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    Chasing the Northern Lights

    These photographers share their tips and tricks on how to capture the Northern Lights on camera above the island of Ireland

    • #Landschappen
    • #NatuurEnDierenInHetWild
    • #WildAtlanticWay
    County Donegal
    County Donegal
    • #Landschappen
    • #NatuurEnDierenInHetWild
    • #WildAtlanticWay
    Nature’s light show

    You’re sitting in the dark on a quiet beach on the Inishowen Peninsula in County Donegal and then it happens… the night sky comes alive with rolling waves of pink, green and blue. The Northern Lights is putting on a show.

    To see this amazing natural phenomenon, you need three things: the right solar conditions, clear skies to the north, and no light pollution. That’s why the Inishowen Peninsula has such a reputation as a great place to spot them. This remote and unspoiled landscape is Ireland’s most northerly point (next stop – the Arctic Circle) and is well known for its dark skies. So follow the advice of these stargazers, light chasers and astrophotographers, get your camera, pick your viewing spot and wait for the perfect shot.

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    Horn Head, County Donegal

    Martina Gardiner

    Martina Gardiner is a professional photographer and videographer with a passion for night-time photography.

    “It’s often in the hope of a good Aurora show and a chance of clear skies that I take off into the night with my camera. Aurora or not, the night skies can be magical in Inishowen. It's often a bit of a waiting game for the perfect conditions but when it comes together it can be awesome.”

    The stars alone are worth heading out for, but the chance of an Aurora sighting always makes the chase even more exciting.

    Aurora tips & tricks:

    Information is key to knowing when the 'lights' are happening. You can get a 30 minute forecast of the Aurora from the National Oceanic and Atmospheric Administration (NOAA).
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    Malin Head, County Donegal

     © Shutterstock – Rónán McLaughlin

    Rónán McLaughlin

    Rónán McLaughlin is a keen birder, photographer and wildlife enthusiast. He’s a native of the Inishowen Peninsula.

    “Sometimes you get a feeling a show is going to happen. That night Oisín and I decided to do a little bit of hunting and sure enough, the lights began to rise shortly after 11pm. Just as our batteries were failing, and our hands and feet had gone numb, Mother Nature decided to put on a substorm and light up the sky. Cheers of delight could be heard across the headland!”

    The best locations to photograph the stars are designated ‘dark sky reserves’, or anywhere coastal in Ireland. Good spots are Kerry, West Cork, West Galway, Mayo and Donegal.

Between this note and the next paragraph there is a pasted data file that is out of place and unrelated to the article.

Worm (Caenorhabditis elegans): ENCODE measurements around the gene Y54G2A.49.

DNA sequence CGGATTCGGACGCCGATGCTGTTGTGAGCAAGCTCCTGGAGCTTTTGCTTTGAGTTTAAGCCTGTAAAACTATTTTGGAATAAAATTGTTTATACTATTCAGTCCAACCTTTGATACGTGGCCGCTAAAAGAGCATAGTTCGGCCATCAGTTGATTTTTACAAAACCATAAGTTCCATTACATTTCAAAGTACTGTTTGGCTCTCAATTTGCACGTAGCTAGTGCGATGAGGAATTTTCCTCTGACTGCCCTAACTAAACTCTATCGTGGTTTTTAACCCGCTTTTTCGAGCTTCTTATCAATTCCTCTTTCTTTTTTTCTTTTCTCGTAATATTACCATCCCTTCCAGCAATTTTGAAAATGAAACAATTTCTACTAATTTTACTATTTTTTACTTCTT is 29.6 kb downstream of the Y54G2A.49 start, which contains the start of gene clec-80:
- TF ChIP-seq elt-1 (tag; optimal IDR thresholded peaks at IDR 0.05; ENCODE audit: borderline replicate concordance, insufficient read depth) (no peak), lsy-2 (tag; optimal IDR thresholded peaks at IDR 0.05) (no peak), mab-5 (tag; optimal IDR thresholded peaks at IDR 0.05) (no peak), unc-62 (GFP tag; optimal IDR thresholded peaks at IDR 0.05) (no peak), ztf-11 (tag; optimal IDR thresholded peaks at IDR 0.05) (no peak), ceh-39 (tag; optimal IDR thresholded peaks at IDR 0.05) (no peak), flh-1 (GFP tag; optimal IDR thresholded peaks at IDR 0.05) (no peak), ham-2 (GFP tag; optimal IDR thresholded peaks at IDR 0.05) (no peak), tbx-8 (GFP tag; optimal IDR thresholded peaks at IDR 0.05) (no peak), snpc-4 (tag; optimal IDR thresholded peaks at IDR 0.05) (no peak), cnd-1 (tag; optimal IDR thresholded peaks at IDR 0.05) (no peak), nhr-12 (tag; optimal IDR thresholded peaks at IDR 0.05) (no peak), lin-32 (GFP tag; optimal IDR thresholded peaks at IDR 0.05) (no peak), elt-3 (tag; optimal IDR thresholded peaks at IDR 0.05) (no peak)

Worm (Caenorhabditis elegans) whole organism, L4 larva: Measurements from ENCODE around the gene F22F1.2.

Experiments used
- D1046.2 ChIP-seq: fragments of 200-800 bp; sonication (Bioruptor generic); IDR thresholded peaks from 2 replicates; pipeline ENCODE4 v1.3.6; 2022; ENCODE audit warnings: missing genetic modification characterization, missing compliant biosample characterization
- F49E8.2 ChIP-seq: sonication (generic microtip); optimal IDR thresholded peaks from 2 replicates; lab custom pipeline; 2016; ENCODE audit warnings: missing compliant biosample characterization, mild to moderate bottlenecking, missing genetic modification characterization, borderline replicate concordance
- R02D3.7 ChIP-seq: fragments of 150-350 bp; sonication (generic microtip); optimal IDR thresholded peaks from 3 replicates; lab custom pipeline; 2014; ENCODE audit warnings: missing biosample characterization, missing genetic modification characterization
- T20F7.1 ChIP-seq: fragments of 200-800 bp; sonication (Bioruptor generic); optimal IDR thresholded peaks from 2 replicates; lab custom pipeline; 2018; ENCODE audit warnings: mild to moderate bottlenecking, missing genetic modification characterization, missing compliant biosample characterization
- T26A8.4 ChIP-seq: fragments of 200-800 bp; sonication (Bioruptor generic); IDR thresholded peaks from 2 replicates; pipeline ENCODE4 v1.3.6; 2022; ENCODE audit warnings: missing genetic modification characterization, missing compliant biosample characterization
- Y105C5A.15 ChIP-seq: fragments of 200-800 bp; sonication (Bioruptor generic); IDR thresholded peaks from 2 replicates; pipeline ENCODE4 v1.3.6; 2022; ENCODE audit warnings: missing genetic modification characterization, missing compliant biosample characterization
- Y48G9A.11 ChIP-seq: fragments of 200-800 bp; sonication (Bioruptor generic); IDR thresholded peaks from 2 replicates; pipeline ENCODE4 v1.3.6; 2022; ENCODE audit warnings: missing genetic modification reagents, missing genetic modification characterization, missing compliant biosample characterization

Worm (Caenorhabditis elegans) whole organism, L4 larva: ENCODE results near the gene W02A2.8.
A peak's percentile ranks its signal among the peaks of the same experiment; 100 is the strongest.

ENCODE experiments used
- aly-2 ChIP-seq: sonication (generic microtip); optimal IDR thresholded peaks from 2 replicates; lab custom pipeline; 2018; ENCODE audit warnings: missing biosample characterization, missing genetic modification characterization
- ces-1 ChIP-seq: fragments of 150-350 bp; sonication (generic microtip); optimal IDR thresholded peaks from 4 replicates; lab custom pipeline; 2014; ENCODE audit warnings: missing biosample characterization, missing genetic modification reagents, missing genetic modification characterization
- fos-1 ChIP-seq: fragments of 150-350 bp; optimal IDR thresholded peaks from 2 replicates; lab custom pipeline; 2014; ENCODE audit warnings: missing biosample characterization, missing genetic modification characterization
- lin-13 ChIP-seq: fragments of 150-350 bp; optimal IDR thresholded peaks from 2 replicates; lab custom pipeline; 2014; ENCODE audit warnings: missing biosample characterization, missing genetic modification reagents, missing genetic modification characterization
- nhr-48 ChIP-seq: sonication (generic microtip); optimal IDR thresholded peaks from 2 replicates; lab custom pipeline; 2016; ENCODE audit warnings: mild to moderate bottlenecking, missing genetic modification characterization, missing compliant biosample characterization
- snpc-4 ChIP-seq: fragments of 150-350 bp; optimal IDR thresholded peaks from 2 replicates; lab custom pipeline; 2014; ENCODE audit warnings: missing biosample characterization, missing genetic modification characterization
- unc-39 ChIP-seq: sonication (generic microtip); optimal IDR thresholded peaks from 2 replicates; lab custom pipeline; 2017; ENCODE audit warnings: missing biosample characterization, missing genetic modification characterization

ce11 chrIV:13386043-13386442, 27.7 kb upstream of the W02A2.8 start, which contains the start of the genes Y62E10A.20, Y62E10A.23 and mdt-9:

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    Ballycroy National Park, County Mayo

    Three Northern Lights viewing points around Ireland:

    1
    Mussenden Temple
    Stand by the clifftop Mussenden Temple in County Londonderry, and there’s nothing between you and the Arctic Circle. Except the Northern Lights dancing on the horizon, if you’re lucky.
    2
    Downpatrick Head
    With its isolated location jutting out into the Atlantic Ocean from the rugged coast of County Mayo, Downpatrick Head meets all the criteria for a classic Northern Lights viewing point.
    3
    Dunluce Castle
    Clinging to the County Antrim cliffs, with uninterrupted views to the north, the medieval ruins of Dunluce Castle offer a dramatic backdrop to any Aurora Borealis sightings.
    4
    Dark Sky Reserves
    Even without the Northern Lights, our night skies are quite impressive. If you’re keen to see shooting stars and meteor showers you should visit our Dark Sky Parks in Kerry, Mayo and Tyrone
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    Malin Head, County Donegal

     © Bren Whelan

    Bren Whelan

    Outdoor instructor Bren Whelan runs Wild Atlantic Way Climbing and is a keen amateur astrophotographer.

    “It's early October 2015 and I’m sitting alone inside my tent, which is perched on the edge of a 60-metre-high cliff at Ireland’s most northerly point, Malin Head. Below me the wild Atlantic Ocean’s roar breaks the silence and solitude of this isolated location where I have chosen to come in search of nature’s most mystical light show: the Aurora Borealis.”

    Bren’s 5 camera settings to help you capture the Northern Lights

    • Set your aperture as low as possible, i.e. F2.8.
    • Set your ISO to a minimum of 800 and a maximum of 1600.
    • Focus your camera on a good foreground feature close to the camera.
    • Turn off any image stabilisation settings.
    • Set your exposure time to between five to 30 seconds.
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    Fort Dunree, County Donegal

    © Adam Rory Porter

    Adam Rory Porter

    Adam Rory Porter is an amateur photographer and professional print maker based in Inishowen, County Donegal.

    “To see the Northern Lights appear on your camera’s LCD screen is wonderful, as is viewing them on a laptop or PC when you get home from the darkness. But to see them with your own eyes whilst out under the skies in Inishowen is something else...

    This image, taken on a beautiful wee pier in Urris in Inishowen, is my favourite photo of the Northern Lights, as it was a team effort between my wife and I. She entertained our daughters with songs and chocolate buttons and encouraged me to take more photos as I might not get another shot!”

    Adam’s photography tip...

    “If you want to photograph the Northern Lights on your mobile device, make sure it’s on a tripod or a stable surface and try using an app to slow down the shutter speed.”

    Aurora tips & tricks:

    Patience is important when it comes to aurora hunting, you need to let your eyes adjust to the darkness for at least 30 mins